Years ago I saw Autism is a World, about Sue Rubin who is non-speaking and Autistic. I was amazed by her and thought how incredible she was. I had similar thoughts when I read about Tito Mukhopadhyay, saw the news program about Carly Fleischmann, watched and listened to Amanda Baggs‘ You Tube video… there were others, all non-speaking for the most part, all Autistic and each time I was struck by how “miraculous” they were. They gave me hope, but each one, individually, seemed incredible, too good to be true. The word “miracle” implies a rare occurrence. I didn’t dare believe any of these Autistic people were indicative of a larger truth. When it came to my daughter, I could not make the connection.
I have to interrupt this post for a second because last week I went through the blog and deleted all the posts I thought might hurt my daughter’s feelings if she were to ever read them or ask me to read them to her. (That I realized I needed to do this, is yet another example of how far I’ve come!) I am not trying to erase the truth or the past, I just do not want those posts in the public domain for all to view, at my daughter’s expense. I do not want people coming to this blog to read an old post and leave thinking I am supporting or encouraging people to try any of the various treatments we once did. There is plenty of negative, stereotyped thinking going on when it comes to autism and Autistic people, I don’t want this blog to be one more place people come to read that.
As I was going through old posts I was confronted with the level of panic and desperation I felt not so long ago. I was confronted with how completely I had bought into the way autism is represented in the world, encouraged by the media’s representation and the public’s ignorance of it. None of which is in accordance with these stories of Autistic individuals, unless they are “miracles”. So when I heard about people like Carly and Tito and Sue, I could not make the leap required to apply what they were accomplishing, to my daughter who was then in a private, special education, school being taught the same fairy tale going on two years. A place where, as well-meaning as they certainly were, they were not taught or trained to presume competence of their students. The curriculum, if you could call it that, was not remotely age appropriate, yet she was loved and safe, though not challenged intellectually; it seemed it was the best option available to us.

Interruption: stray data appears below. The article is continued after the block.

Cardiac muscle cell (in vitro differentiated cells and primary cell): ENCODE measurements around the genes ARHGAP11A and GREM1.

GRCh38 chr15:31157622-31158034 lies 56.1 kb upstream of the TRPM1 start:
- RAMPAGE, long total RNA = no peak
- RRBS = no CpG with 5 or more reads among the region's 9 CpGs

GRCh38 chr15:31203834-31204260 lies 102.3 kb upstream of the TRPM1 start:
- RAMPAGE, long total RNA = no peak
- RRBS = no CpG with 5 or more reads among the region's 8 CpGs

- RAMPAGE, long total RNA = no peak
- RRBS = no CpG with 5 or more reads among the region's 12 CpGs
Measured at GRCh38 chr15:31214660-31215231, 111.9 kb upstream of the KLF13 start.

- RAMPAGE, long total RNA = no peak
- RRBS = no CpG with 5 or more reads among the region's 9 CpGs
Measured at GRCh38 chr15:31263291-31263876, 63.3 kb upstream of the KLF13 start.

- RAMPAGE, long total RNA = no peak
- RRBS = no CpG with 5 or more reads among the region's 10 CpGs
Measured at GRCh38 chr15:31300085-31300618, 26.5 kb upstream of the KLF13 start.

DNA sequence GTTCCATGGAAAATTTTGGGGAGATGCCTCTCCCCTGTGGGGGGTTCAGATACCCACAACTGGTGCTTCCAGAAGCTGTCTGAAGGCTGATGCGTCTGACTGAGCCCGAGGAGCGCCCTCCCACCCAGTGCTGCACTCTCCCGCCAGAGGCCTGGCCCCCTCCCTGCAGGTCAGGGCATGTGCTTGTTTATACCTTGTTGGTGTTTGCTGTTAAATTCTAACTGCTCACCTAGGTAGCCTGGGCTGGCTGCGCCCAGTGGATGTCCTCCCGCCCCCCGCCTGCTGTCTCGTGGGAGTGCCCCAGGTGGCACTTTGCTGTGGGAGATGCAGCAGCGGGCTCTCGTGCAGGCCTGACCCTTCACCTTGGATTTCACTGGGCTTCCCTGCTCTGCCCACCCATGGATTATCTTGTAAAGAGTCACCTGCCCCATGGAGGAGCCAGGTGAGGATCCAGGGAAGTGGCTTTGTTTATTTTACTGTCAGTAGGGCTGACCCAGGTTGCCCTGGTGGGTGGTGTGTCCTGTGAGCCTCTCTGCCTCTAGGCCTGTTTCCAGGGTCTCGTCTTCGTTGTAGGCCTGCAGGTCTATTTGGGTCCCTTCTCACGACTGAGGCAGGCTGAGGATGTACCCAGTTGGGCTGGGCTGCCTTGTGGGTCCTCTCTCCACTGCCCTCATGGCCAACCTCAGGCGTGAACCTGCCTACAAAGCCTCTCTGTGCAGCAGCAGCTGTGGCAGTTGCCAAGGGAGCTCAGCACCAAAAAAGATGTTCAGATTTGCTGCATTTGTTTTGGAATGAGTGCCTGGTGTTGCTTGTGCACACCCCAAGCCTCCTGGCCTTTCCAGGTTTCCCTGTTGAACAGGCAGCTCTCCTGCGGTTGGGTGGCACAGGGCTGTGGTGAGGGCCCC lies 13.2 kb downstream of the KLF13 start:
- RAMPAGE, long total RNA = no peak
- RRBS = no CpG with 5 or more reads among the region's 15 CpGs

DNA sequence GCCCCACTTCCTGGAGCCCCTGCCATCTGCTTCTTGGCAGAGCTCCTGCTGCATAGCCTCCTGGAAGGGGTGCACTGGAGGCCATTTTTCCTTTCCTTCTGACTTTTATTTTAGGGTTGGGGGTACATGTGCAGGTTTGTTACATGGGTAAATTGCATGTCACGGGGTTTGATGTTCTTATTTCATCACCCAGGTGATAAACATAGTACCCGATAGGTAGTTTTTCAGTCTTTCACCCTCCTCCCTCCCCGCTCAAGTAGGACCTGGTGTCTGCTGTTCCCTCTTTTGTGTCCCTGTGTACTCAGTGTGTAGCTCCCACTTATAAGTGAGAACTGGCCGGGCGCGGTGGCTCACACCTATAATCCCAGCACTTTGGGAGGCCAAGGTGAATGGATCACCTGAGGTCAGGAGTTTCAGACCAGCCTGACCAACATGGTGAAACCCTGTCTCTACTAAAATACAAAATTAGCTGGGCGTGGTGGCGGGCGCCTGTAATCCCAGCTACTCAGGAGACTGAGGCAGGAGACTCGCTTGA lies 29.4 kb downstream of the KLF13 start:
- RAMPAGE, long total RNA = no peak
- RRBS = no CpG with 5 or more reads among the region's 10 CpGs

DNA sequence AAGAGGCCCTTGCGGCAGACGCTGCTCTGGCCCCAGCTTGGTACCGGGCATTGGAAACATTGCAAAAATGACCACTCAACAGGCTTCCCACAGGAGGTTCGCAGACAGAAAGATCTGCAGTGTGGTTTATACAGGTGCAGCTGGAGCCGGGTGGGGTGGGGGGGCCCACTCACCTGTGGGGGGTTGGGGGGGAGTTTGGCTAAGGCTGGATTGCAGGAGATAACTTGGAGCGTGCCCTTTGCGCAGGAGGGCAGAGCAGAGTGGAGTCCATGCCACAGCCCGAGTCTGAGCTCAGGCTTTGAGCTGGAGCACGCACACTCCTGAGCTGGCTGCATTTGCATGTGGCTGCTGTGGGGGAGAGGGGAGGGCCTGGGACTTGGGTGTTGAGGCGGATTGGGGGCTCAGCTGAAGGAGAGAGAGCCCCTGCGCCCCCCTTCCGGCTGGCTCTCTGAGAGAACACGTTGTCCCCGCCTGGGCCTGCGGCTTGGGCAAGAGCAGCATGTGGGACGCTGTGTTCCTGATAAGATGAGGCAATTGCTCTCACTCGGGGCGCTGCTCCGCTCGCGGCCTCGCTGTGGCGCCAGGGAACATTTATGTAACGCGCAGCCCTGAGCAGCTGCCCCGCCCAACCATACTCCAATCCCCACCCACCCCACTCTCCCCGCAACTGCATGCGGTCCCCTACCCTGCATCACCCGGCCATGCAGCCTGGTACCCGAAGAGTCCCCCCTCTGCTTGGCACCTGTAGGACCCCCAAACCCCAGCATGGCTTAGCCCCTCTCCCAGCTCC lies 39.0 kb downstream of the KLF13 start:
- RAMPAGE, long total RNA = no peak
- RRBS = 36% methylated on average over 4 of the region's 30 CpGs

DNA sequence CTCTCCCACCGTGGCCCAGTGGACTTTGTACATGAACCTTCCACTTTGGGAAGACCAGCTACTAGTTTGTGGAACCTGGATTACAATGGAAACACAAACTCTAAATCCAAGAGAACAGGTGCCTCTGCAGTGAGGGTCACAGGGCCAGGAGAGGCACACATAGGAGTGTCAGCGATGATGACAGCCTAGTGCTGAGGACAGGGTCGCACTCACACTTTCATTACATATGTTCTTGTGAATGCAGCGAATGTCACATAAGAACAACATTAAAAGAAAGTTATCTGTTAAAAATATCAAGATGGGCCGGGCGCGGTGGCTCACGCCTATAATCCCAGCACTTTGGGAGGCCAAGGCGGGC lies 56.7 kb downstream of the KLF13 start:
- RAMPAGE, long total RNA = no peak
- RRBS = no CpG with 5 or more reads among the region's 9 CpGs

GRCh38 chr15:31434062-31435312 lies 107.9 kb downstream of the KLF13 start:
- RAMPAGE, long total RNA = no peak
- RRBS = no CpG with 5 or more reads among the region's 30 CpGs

I was fortunate. I had some terrific people who recommended books and documentaries that I’ve included on the Resources page of this blog. I was asked to speak at the Autcom Conference and met a great many more Autistic people who do not speak or speak intermittently or un-reliably, but who are communicating a great deal. So many, that it finally began to occur to me that maybe, just maybe, my daughter might be one of them. Perhaps they were not the exceptions, perhaps she too could learn to communicate as so many of the Autistic people I was meeting were. And once I made that connection, once I stopped viewing each person as a miracle, but began to wonder whether given appropriate accommodations this was more the norm, than not, that was when I was able to understand what practicing presuming competence really meant. And the more I was able to do this, the more my daughter rose to the occasion. The more she proved she could and did understand, the more I presumed her competence and on it goes…
Em types us a message that astonishes us ~ April, 2013